Region’s annual pace of housing starts down 25% in November: CMHC

Housing starts winter

The National Capital Region’s annual pace of housing starts fell by 25 per cent in November amid a sharp decline in multi-unit projects on the Ottawa side of the river, the Canada Mortgage and Housing Corp. says.

The national housing agency says the seasonally adjusted annual rate of starts – a six-month rolling average designed to smooth out monthly fluctuations – was 14,691 units last month, down from 19,607 in October. 

But a look behind the overall numbers shows a stark difference between the two sides of the Ottawa River.

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While the pace of starts in Ottawa declined 54 per cent last month to 6,087 units, it rose 32 per cent to 8,604 in Gatineau.

In the region as a whole, the pace of single-detached starts fell 37 per cent to 2,727, while the pace of multi-unit starts was down 22 per cent to 11,964. In Ottawa, the pace of multi-unit starts dipped 58 per cent to 4,056. 

Developers started work on a total of 1,248 new housing units in Ottawa-Gatineau in November, down from 1,580 a year earlier. 

The local construction industry continues to grapple with labour shortages, soaring inflation and supply chain disruptions that have led some builders to halt projects. But the slowdown has not been felt evenly across the region. 

While the number of starts in Gatineau more than tripled year-over-year from 194 in November 2021 to 716 last month, new unit starts in Ottawa declined from 1,386 a year ago to just 532 in November – a drop of more than 60 per cent.

Concerns about a lack of new housing supply in Ottawa have prompted calls for developers to pick up the pace of construction.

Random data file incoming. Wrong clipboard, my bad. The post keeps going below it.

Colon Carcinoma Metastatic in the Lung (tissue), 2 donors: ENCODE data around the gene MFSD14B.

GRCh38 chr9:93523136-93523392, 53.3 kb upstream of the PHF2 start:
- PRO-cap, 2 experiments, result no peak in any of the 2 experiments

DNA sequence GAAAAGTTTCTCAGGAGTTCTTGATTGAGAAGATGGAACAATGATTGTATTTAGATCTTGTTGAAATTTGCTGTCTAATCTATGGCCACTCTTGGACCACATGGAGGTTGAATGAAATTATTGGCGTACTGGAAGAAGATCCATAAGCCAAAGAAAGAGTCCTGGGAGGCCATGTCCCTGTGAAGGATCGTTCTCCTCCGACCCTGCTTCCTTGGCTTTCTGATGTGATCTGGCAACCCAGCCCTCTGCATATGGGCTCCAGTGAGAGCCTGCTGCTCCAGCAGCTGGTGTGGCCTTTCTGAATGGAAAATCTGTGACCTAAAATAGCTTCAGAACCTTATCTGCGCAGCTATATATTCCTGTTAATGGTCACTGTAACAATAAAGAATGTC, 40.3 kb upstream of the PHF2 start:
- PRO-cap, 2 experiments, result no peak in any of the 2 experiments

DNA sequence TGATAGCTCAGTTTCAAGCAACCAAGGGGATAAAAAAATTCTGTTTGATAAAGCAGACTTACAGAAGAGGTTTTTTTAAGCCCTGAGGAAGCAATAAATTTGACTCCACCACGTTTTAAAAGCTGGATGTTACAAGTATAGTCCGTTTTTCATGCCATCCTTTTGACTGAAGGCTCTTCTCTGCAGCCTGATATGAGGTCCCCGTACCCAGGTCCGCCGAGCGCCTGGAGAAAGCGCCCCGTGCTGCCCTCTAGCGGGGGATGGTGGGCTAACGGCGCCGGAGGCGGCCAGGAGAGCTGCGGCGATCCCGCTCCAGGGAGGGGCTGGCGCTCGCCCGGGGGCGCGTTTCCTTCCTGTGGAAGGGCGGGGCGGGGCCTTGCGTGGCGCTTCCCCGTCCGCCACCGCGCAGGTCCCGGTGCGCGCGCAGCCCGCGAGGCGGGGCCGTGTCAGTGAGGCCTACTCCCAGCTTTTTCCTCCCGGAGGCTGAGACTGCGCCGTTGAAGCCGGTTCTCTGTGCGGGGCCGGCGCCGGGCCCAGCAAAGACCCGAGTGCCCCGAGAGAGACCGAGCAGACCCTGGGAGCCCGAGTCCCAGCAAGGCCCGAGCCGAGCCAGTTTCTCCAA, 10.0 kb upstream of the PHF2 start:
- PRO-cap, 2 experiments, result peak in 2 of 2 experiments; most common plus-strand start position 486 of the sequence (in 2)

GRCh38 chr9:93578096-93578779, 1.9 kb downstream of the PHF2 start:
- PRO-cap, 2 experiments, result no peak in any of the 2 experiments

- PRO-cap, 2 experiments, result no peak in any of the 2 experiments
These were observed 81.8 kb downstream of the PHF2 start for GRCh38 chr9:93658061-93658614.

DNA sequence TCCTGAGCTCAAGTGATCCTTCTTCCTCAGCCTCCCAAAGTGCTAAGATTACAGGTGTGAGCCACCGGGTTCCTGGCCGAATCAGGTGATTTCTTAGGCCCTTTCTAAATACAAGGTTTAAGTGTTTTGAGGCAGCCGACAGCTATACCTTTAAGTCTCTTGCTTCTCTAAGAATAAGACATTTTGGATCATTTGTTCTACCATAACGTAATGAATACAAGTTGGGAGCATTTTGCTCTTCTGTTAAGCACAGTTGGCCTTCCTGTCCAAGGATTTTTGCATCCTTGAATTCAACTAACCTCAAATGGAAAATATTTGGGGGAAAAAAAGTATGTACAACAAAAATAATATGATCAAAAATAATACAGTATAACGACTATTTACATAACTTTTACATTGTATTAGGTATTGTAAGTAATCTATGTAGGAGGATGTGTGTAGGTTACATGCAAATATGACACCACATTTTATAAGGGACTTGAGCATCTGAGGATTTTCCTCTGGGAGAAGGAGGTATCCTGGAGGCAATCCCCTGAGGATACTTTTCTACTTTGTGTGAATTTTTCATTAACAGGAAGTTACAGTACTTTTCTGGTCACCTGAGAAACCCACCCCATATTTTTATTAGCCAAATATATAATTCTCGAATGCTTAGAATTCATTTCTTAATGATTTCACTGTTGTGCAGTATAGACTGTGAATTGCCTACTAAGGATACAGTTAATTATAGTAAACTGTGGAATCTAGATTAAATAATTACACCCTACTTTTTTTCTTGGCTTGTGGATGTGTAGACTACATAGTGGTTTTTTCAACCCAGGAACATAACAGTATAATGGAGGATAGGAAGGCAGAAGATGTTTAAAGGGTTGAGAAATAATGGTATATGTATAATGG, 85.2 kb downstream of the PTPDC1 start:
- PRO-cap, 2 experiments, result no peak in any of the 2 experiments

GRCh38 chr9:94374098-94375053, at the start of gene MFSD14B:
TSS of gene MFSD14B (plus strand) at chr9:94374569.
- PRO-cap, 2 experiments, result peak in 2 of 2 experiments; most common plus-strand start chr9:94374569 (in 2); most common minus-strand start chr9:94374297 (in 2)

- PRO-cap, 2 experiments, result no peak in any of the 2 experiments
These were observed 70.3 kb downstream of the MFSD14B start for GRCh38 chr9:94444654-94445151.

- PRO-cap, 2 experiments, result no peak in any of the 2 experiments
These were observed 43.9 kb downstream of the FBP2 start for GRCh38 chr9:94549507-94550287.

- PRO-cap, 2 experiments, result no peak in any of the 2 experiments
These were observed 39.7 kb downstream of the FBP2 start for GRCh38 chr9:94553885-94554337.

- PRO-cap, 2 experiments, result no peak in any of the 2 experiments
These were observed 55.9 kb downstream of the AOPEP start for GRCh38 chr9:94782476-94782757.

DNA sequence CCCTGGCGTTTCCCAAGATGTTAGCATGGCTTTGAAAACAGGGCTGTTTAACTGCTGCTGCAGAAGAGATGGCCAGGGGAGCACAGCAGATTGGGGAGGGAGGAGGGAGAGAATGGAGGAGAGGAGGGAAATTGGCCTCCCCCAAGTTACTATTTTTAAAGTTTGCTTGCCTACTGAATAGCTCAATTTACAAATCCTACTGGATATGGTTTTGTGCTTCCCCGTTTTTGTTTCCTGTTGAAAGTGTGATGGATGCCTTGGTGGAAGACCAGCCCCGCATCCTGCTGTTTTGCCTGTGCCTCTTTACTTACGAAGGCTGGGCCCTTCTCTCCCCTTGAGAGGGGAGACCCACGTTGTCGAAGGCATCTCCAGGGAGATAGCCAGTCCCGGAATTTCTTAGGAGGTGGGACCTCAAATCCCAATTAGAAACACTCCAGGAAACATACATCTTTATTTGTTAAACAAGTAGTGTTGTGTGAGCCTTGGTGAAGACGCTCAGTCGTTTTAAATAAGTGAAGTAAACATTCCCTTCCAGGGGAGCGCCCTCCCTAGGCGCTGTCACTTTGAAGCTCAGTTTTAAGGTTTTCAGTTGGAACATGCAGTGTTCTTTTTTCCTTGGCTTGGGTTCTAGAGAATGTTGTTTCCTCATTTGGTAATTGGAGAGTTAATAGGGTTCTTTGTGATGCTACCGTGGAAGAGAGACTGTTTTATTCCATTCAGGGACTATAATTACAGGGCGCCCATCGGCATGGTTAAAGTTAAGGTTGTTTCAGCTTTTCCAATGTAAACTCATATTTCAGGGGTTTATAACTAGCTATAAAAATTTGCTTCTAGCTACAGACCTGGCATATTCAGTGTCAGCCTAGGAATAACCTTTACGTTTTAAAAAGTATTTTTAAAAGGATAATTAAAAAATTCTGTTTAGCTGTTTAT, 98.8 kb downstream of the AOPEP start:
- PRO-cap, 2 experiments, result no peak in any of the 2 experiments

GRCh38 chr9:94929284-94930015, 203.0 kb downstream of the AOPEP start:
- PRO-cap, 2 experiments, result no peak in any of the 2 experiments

Newly elected mayor Mark Sutcliffe has pledged to cut red tape and make it easier to build new homes as well as offer incentives for builders to construct more affordable housing as part of a push to see 100,000 new units built in the city over the next decade.

Ottawa-Gatineau’s construction slide has been steeper than the decline across the country as a whole, according to CMHC.

The agency says the annual pace of housing starts in November edged down 0.2 per cent compared with October. It says the seasonally adjusted annual rate of housing starts in November was 264,159 units, down from 264,581 in October.

The result came as the annual pace of urban starts was flat at 242,644 units as multi-unit urban starts rose two per cent to 190,415, but single-detached urban starts fell seven per cent to 52,229.

The annual pace of starts in Toronto and Vancouver rose, but Montreal saw a drop.

Rural starts were estimated at a seasonally adjusted annual rate of 21,515.

The six-month moving average of the monthly seasonally adjusted annual rates of housing starts was 274,361 in November, down from 277,044 in October.

– With additional reporting from the Canadian Press

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